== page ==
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I have a 2D array of fixed size and I've implemented a FIFO function. So, the array will always be full before it reaches the FIFO function, then the FIFO will remove the oldest array, move all of the arrays up by one and then add the newest array to the other end. Basically a queue. Now, this code will actually be running on a microcontroller, an array will come from an ADC and then I store the ADC array in a 2D array. To design the FIFO algorithm in simple C first, I have written a program that generates random numbers and then stores them into a 2D buffer. The program then asks the user what new values should be stored, user puts in the latest array of values and then the program removes the oldest array, shuffles all the remaining arrays up by one and then the latest user numbers get added to the end. The program does this 10 times. This is designed to simulate what is happening in the microcontroller code. The 2D array is already full with values and then the ADC adds the latest set of values to the array, and the oldest set are forgotten.

#include <stdio.h>
#include <stdlib.h>
#include <time.h>
int fixed_number[5] = { 0 };
uint16_t big_array[10][5] = { 0 };
uint16_t big_array_copy[10][5] = { 0 };
uint16_t small_array_1[5] = { 0 };
uint16_t k[1] = { 0 };
uint8_t count = 0;
int main()
{
    for (int j = 0; j < 10; j++)
    {
        for (int i = 0; i < 5; i++)
        {
            big_array[j][i] = rand() % 255;
        }
    }
    for (int j = 0; j < 10; j++)
    {
        for (int i = 0; i < 5; i++)
        {
            big_array_copy[j][i] = big_array[j][i];
        }
    }
    printf("These are the original numbers in the big array:\n");
    for (int j = 0; j < 10; j++)
    {
        for (int i = 0; i < 5; i++)
        {
            k[0] = big_array[j][i];
            printf("%d,", k[0]);
                    }
        printf("\n");
            }
    while (count < 10)
    {
        printf("Please enter values for queue:\n");
        for (int i = 0; i < 5; i++)
        {
            scanf_s("%d", &fixed_number[i]);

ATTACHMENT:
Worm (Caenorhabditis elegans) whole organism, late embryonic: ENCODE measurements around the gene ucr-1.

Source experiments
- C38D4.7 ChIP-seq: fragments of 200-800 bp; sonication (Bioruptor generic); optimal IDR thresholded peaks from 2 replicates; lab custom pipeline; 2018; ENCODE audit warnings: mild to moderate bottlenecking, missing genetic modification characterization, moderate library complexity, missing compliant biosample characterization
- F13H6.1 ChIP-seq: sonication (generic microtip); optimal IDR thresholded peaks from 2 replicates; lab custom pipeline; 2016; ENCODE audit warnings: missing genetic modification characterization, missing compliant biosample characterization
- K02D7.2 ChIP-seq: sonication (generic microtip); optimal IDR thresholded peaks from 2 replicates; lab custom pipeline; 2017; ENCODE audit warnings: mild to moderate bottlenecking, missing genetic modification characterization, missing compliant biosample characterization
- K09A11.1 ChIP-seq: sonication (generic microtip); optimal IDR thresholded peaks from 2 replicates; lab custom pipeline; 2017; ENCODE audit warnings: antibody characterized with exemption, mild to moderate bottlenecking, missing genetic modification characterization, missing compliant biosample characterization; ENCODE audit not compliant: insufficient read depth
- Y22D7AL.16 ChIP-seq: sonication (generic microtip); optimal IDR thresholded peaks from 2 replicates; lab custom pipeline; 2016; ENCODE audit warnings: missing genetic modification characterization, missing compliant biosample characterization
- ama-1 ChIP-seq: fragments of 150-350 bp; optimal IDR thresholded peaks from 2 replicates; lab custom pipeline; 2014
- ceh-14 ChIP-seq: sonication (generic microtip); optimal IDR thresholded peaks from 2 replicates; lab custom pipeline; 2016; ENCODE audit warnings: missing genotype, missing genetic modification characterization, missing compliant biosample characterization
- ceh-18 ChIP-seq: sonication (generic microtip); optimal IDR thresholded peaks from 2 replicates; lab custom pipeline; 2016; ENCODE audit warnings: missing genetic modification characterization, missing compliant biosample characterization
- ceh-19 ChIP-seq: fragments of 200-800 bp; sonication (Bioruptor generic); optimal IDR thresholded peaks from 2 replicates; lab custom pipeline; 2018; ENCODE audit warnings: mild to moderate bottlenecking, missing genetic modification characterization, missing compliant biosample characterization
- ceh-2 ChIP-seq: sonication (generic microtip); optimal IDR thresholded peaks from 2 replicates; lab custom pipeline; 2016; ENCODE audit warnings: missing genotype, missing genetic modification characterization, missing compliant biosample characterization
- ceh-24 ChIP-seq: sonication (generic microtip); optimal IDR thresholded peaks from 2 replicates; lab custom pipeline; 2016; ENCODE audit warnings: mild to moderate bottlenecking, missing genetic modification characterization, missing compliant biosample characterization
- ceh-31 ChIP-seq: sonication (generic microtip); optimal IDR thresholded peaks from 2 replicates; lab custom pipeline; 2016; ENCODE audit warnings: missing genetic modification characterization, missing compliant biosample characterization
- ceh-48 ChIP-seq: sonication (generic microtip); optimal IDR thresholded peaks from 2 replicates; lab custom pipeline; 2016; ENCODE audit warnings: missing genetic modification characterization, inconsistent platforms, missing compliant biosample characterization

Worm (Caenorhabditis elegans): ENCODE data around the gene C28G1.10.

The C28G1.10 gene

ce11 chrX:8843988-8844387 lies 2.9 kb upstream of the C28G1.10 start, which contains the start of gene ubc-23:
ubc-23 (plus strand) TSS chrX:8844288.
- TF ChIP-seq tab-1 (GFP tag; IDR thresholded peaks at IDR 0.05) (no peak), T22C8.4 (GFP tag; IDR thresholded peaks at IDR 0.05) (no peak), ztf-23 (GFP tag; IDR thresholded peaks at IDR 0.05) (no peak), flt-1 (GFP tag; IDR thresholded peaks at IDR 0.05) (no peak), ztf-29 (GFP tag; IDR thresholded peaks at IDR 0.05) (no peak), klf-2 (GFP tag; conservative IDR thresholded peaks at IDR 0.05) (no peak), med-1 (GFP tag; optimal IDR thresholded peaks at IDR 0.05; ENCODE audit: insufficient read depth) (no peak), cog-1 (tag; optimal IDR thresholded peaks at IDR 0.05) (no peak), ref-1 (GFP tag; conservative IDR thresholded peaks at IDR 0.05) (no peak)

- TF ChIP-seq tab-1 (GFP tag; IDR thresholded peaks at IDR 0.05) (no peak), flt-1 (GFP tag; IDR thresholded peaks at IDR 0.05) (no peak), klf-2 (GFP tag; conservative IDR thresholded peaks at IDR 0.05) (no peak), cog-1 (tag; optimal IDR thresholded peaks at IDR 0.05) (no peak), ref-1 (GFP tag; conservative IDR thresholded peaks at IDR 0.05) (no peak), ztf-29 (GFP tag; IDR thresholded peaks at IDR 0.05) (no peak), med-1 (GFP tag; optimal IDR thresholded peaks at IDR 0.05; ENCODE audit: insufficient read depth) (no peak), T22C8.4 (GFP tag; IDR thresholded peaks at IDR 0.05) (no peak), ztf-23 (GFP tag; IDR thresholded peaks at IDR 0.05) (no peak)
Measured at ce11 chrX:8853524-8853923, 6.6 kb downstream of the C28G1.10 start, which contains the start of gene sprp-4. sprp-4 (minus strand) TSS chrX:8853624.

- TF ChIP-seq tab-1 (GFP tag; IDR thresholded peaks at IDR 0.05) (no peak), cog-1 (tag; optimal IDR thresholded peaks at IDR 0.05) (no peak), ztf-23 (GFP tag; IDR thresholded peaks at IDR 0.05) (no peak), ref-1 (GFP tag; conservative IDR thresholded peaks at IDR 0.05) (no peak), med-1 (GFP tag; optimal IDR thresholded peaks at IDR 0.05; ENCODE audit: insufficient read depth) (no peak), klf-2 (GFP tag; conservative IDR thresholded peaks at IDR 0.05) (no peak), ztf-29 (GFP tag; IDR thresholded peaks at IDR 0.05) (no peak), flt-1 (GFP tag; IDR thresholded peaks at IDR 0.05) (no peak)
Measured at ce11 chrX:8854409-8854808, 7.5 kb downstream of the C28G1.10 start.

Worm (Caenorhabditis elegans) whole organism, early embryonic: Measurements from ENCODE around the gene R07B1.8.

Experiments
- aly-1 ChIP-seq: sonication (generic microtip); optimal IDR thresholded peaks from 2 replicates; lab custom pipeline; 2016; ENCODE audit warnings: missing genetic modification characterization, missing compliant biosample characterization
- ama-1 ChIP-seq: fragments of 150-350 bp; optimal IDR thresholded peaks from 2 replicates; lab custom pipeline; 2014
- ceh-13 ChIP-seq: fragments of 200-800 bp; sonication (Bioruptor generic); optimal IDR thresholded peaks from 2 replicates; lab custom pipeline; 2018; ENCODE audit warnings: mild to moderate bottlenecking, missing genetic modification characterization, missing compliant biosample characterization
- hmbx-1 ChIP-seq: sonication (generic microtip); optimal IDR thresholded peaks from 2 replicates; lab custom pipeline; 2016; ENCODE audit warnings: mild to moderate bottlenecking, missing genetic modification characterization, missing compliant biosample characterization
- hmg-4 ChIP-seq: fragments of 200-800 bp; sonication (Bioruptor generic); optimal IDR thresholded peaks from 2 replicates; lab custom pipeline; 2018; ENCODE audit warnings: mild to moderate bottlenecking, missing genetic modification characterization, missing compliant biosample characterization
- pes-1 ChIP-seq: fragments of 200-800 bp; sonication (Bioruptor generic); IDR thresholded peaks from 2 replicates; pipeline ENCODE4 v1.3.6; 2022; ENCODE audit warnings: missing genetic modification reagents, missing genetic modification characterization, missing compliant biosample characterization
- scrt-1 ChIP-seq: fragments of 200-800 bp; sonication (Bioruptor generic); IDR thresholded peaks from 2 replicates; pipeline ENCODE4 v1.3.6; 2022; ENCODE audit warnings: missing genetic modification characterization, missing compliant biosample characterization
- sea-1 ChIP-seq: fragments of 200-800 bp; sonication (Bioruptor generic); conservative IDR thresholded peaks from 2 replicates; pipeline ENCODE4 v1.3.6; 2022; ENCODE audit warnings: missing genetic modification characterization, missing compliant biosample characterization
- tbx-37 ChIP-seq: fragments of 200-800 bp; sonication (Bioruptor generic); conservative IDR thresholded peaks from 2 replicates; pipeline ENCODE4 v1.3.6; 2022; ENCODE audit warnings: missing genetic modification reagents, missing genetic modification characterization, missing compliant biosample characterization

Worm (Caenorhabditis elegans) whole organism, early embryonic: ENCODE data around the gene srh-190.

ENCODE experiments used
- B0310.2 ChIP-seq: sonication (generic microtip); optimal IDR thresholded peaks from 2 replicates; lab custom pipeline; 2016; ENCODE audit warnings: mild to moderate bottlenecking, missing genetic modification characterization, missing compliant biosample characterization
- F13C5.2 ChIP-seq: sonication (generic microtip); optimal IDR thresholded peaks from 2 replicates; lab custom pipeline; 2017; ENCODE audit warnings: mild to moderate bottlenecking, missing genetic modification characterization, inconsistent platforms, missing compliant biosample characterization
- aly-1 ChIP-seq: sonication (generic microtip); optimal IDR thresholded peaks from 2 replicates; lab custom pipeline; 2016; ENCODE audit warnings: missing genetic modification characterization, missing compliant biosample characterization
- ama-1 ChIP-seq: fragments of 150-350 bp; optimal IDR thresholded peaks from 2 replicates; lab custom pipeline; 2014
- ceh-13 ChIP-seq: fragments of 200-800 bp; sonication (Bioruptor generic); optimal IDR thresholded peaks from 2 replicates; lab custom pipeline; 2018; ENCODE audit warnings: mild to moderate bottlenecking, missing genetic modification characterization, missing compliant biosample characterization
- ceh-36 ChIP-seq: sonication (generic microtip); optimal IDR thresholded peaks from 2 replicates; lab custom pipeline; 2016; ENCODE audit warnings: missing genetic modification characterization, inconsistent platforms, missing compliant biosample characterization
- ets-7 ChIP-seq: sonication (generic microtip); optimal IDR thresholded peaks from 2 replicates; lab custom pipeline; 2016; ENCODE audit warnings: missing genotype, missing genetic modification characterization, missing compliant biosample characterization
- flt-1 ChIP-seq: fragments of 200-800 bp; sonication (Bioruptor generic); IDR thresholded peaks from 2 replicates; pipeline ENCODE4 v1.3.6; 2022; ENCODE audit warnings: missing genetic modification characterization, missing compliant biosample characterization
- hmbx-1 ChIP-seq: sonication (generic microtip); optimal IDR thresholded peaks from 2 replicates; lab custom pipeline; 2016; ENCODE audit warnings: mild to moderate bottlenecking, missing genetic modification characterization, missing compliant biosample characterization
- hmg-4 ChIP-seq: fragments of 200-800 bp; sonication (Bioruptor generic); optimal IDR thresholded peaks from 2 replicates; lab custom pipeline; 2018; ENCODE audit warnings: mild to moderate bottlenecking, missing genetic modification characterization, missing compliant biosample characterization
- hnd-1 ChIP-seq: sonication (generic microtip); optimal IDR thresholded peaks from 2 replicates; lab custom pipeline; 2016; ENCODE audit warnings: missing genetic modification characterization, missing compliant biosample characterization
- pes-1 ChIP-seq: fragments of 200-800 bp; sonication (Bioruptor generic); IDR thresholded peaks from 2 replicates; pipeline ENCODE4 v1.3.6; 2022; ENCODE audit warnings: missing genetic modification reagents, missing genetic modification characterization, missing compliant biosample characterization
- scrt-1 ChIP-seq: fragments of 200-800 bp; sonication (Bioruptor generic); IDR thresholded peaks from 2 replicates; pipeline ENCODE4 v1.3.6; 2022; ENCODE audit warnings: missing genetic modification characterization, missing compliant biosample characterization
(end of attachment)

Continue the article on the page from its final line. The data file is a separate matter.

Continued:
}
           printf("\n\n");
        printf("Array values have been swapped:\n ");
        for (int k = 0; k < 5; k++)
        {
            big_array_copy[10 - 1][k] = 0;
        }
                for (int j = 9; j > 0; j--)
        {

            for (int i = 0; i < 5; i++)
            {
                //small_array_1[i] = big_array[j + 1][i];
                big_array_copy[j][i] = big_array[j - 1][i];
            }
        }
        for (int i = 0; i < 5; i++)
        {
            big_array_copy[0][i] = fixed_number[i];
        }
        for (int j = 0; j < 10; j++)
        {
            for (int i = 0; i < 5; i++)
            {
                k[0] = big_array_copy[j][i];
                printf("%d,", k[0]);
            }
            printf("\n");
        }
        for (int j = 0; j < 10; j++)
        {
            for (int i = 0; i < 5; i++)
            {
                big_array[j][i] = big_array_copy[j][i];
            }
        }
        count++;
    }
}

Now this code works perfectly fine, but there is a lot of loops and it also requires twice the memory space as the buffer, big_array[][] must be copied in to big_array_copy[][]. In the real application, the buffer is uint16_t somebuffer[100][45] which is 4.5kb. I've got 512kb of SRAM to use, but I'd rather use as little as I can.

The above method can be implemented on my target platform (STM32F767 for those wondering) but is there a more simple method to implementing the above, that uses fairly portable c with no special functions, that could reduce the memory required and the processing time required? thanks

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    \$\begingroup\$ Welcome to Code Review, I added the c language tag to your question. I am a lot rusty but you are using iostream in a c program ? \$\endgroup\$ – dariosicily Feb 23 at 15:51
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    \$\begingroup\$ C doesn't have <iostream>, but it appears that include can be safely removed to make this a real C program. \$\endgroup\$ – Toby Speight Feb 23 at 17:09
  • \$\begingroup\$ As I wrote this code in Visual Studio, it added <iostream> by default and I didn't notice. I'll remove it from the code just for clarification. \$\endgroup\$ – ChrisD91 Feb 23 at 17:18
  • \$\begingroup\$ When you say "In my real code" like that, it suggests that this isn't what you're actually using. Here at Code Review, we expect to see finished production code, not prototypes! \$\endgroup\$ – Toby Speight Feb 23 at 17:19
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    \$\begingroup\$ Please do not change the code after an answer has been written, everyone needs to be able to see the code that the reviewed saw. Please read What should I do when someone answers my question?. \$\endgroup\$ – pacmaninbw Feb 23 at 17:26
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We're missing an include of <stdint.h>. On the other hand, we include <time.h> which we're not using.

The code doesn't compile here because of the use of Annex K scanf_s() without checking for its availability. There's no reason not to use ordinary scanf() here (but do examine its return value - that's important!)

There are a lot of magic constants sprinkled throughout the code, with no indication whether they relate to each other. That makes this an unmaintainable program, because you can't change any of those individually without understanding the whole program.

Also, with all the functionality thrown together in main(), that makes it harder to understand the purpose of each part of the code. Please divide the code into well-named functions (probably with static linkage).

I recommend fixing those before posting another review request to look at this in any depth.

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